You'd be hard-pressed to find a game as fixated on guns as Receiver 2. There are plenty of blockbuster shooters that love their military hardware, yes – but it's hard to imagine any of them asking you to load individual rounds into a magazine or manually clear a weapon malfunction. But, as with its predecessor, this sort of thing is Receiver 2's stock-in-trade.
Instead of just hitting R to reload, the button might pop out a revolver's cylinder or rack the slide of a handgun, one part of a four-step process that has to be followed carefully. Each of its guns is simulated right down to the springs and screws of its inner workings, developer David Rosen proudly tells Edge magazine, all based on hours of reading through police forensics manuals and manufacturer's schematics, plus a little hands-on time at a gun range – the first time he'd ever actually touched one of the things.
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"Our culture, especially in America, is defined largely by guns," Rosen says. "Every TV show and every movie seems to be about guns. But living in San Francisco, they're very alien to my everyday life. So I can't really understand what it would actually be like to use them, or what's true and what's Hollywood fantasy." The original Receiver – which was made in just seven days at a game jam back in 2012 – was his way of closing that gap.
This sequel, on which Rosen and his team have been working for the past two years, takes everything a step further. The guns are more complicated, he says, with fewer simplifications and abstractions from the real thing. But all of this doesn't mean that Rosen, or the game he's making, necessarily like guns.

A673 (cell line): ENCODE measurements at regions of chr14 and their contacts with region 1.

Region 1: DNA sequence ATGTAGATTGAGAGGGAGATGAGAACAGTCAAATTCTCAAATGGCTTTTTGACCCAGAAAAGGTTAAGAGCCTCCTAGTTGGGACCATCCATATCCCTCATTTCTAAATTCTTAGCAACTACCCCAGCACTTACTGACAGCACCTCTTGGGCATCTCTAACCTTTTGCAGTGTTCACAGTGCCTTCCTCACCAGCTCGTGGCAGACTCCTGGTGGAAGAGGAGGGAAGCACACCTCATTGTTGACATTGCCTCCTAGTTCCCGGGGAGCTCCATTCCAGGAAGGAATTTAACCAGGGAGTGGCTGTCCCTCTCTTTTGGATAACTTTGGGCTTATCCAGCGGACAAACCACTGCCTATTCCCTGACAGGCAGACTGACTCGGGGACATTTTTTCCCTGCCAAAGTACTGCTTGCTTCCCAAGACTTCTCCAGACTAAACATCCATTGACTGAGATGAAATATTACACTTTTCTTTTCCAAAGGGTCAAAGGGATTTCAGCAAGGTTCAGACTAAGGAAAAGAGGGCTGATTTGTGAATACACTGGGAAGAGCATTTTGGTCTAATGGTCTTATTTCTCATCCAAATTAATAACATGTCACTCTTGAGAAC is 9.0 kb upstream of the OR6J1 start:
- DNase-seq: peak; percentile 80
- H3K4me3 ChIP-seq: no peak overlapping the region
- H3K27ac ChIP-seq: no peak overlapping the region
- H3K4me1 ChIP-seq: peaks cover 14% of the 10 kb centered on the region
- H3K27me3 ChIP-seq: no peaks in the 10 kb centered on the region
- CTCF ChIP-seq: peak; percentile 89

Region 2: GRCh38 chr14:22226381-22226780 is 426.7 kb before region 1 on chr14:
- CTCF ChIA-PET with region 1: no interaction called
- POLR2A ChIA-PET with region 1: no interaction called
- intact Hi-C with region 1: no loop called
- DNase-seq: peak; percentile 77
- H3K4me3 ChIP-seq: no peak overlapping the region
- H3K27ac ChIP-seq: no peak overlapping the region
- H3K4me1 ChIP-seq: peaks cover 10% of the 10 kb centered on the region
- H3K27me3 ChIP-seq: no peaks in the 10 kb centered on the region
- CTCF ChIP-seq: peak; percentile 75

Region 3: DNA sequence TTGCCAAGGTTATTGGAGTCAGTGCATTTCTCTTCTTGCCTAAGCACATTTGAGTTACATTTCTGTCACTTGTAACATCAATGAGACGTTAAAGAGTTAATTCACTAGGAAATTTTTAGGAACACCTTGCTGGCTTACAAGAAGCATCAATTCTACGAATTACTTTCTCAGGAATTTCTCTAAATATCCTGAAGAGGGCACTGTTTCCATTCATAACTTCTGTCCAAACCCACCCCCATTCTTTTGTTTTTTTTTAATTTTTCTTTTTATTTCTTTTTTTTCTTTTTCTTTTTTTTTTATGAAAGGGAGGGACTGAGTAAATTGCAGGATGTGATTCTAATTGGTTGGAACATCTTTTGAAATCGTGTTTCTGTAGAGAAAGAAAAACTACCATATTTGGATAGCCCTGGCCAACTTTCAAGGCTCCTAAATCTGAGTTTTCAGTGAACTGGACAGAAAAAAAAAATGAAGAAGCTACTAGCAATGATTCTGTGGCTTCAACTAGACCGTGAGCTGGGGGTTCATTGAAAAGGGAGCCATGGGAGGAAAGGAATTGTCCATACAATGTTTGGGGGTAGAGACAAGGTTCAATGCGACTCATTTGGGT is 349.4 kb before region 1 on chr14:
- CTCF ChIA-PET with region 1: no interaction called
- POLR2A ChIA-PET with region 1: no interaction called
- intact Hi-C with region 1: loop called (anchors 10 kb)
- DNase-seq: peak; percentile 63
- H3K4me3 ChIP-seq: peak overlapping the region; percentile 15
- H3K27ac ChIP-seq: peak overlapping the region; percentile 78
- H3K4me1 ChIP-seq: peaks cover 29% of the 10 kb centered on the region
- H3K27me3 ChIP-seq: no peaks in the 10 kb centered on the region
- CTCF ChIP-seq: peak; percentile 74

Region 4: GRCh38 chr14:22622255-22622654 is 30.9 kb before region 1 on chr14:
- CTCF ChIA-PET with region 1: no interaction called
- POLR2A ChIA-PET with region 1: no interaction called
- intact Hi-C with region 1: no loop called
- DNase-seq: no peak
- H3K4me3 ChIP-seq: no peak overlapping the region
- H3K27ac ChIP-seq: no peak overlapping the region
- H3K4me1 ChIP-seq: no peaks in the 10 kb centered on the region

"Sometimes games attempt to tackle some big topic, like racism, but they do it poorly," Rosen says. "They present it without comment, and just model it. And most games about guns are like that. They might be trying to be about gun fetishisation, but they end up being another example of it." He points to Modern Warfare as a game which presents as though it has something to say about war and the military-industrial complex, but mostly just wants you to admire how shiny its guns are and how nice it feels to shoot them at people. It's another case of "gun worship", Rosen says. "In Receiver, I want to take that as far as it can go, and see what would happen if you made a religion that actually is about worshipping guns."
Piece by piece
The game's Roguelike-adjacent structure has you exploring a sprawling industrial space, hunting for cassette tapes. Find one, and you might get filled on a little more of this underlying lore: the gun-centric belief system of the Receiver cult and their warnings of an "information apocalypse" known as the Mindkill. Then again, you might get a brief lecture on gun handling, or a reminder of how many gun deaths are tragic accidents.
"In Receiver 2 I wanted to focus on trying to teach the basics of gun safety," Rosen says. Not exactly the kind of bullet-point (no pun intended) feature you'd put on the back of the box, perhaps, but probably the biggest change made for this sequel. The first game's unexpected success has made Rosen aware of the potential audience for Receiver 2: not just the usual suspects you'd expect to play an indie game, but also real-life gun enthusiasts who appreciate its commitment to getting the little details correct.
He wants to use that platform responsibly, working cautionary tales not only into the story but also the simulation itself. Holstering a gun without setting the safety can result in shooting yourself in the leg, for example; fire at a hard surface while standing too close and you'll get hit by bullet fragments. That's not exactly what you'd expect from a shooter – but then, maybe this isn't one.
Receiver 2 is not merely a game that features guns. It's entirely about them, the good and the bad, the complicated awkwardness of their mechanisms and how quickly maintaining and using them can become second nature. "When I play this for a while," Rosen says of his own game, "and then I play something like Battlefield, the guns really feel like toys." Receiver 2 is a useful reminder that they're not.
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